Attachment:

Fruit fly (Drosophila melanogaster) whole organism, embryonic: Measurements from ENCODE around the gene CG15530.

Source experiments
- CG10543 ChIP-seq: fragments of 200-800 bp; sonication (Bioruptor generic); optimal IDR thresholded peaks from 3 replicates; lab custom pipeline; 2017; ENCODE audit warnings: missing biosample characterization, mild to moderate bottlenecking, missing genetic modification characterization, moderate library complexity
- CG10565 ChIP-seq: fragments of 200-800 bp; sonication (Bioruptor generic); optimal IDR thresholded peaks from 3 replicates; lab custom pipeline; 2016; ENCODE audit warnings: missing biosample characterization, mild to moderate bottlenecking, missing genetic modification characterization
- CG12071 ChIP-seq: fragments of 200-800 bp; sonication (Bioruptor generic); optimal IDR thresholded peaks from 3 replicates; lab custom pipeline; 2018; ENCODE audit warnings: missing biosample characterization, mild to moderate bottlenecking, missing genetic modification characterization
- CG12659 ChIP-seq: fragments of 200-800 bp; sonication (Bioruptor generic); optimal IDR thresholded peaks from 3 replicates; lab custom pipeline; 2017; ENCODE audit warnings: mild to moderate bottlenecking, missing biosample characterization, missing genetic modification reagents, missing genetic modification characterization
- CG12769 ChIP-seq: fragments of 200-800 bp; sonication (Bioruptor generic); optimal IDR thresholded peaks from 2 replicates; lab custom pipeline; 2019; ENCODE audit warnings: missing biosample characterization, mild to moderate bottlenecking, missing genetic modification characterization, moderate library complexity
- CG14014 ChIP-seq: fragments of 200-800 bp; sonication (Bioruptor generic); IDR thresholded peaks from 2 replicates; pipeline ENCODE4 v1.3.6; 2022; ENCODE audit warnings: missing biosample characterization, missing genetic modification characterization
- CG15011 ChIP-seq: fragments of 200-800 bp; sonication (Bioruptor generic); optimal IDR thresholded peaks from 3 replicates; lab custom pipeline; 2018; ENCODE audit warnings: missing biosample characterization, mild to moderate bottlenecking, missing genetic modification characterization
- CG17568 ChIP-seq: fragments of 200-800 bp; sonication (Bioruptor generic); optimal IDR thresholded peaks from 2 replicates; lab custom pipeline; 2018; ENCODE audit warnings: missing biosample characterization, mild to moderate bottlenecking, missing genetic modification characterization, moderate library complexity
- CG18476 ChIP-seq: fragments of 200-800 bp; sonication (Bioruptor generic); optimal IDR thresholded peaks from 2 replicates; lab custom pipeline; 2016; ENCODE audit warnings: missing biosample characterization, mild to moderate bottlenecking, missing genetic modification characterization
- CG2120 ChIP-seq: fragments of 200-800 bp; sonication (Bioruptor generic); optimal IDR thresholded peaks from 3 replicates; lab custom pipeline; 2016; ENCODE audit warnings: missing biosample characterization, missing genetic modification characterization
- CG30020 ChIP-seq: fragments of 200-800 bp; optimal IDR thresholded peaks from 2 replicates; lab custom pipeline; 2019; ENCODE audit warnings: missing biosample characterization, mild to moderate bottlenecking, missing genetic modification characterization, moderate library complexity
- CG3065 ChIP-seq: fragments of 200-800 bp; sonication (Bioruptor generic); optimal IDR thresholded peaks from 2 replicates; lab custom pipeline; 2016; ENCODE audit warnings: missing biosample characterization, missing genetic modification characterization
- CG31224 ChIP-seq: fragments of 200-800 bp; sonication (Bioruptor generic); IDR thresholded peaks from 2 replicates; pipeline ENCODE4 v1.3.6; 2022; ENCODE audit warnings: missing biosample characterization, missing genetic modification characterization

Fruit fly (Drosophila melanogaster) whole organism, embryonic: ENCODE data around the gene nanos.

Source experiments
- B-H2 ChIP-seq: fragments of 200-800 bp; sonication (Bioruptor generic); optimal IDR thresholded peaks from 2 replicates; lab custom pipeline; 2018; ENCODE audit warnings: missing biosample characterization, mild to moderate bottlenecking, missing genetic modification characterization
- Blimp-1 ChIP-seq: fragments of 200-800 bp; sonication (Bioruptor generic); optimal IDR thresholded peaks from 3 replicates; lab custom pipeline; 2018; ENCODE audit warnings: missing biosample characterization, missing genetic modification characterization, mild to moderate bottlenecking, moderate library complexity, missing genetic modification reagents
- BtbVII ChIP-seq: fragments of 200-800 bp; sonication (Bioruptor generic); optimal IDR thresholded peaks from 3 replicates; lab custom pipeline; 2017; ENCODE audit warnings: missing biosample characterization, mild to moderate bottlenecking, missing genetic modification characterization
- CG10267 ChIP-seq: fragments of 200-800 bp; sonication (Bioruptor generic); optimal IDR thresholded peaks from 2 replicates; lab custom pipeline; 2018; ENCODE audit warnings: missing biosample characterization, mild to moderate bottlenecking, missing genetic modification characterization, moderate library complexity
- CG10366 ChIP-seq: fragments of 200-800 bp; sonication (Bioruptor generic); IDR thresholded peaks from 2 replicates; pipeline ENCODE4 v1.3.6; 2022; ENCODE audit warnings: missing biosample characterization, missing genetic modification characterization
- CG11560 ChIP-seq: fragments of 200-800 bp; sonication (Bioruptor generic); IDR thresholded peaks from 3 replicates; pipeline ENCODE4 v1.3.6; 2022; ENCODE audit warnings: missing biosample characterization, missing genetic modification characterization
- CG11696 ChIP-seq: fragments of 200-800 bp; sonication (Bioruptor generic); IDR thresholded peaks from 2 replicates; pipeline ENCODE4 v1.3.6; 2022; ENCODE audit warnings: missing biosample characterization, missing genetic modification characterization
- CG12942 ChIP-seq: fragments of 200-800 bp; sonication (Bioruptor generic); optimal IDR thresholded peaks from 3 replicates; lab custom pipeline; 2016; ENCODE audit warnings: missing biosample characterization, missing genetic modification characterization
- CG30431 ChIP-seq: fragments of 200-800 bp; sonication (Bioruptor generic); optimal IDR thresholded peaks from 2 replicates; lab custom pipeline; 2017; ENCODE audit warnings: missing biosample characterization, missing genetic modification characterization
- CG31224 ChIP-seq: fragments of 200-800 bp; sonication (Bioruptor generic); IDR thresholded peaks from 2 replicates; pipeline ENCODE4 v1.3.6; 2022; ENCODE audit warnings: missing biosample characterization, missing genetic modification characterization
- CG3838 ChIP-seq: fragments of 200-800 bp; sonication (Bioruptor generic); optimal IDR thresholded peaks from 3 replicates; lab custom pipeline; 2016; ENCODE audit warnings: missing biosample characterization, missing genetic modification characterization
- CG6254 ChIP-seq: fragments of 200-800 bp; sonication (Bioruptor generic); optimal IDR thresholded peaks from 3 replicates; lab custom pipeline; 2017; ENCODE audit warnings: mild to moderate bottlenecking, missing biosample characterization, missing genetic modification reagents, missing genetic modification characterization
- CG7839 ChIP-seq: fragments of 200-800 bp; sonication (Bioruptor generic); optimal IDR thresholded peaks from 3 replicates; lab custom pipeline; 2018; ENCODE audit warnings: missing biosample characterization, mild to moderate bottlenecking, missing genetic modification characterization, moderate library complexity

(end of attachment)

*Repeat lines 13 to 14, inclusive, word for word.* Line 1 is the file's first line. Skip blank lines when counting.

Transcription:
- CG30020 ChIP-seq: fragments of 200-800 bp; optimal IDR thresholded peaks from 2 replicates; lab custom pipeline; 2019; ENCODE audit warnings: missing biosample characterization, mild to moderate bottlenecking, missing genetic modification characterization, moderate library complexity
- CG3065 ChIP-seq: fragments of 200-800 bp; sonication (Bioruptor generic); optimal IDR thresholded peaks from 2 replicates; lab custom pipeline; 2016; ENCODE audit warnings: missing biosample characterization, missing genetic modification characterization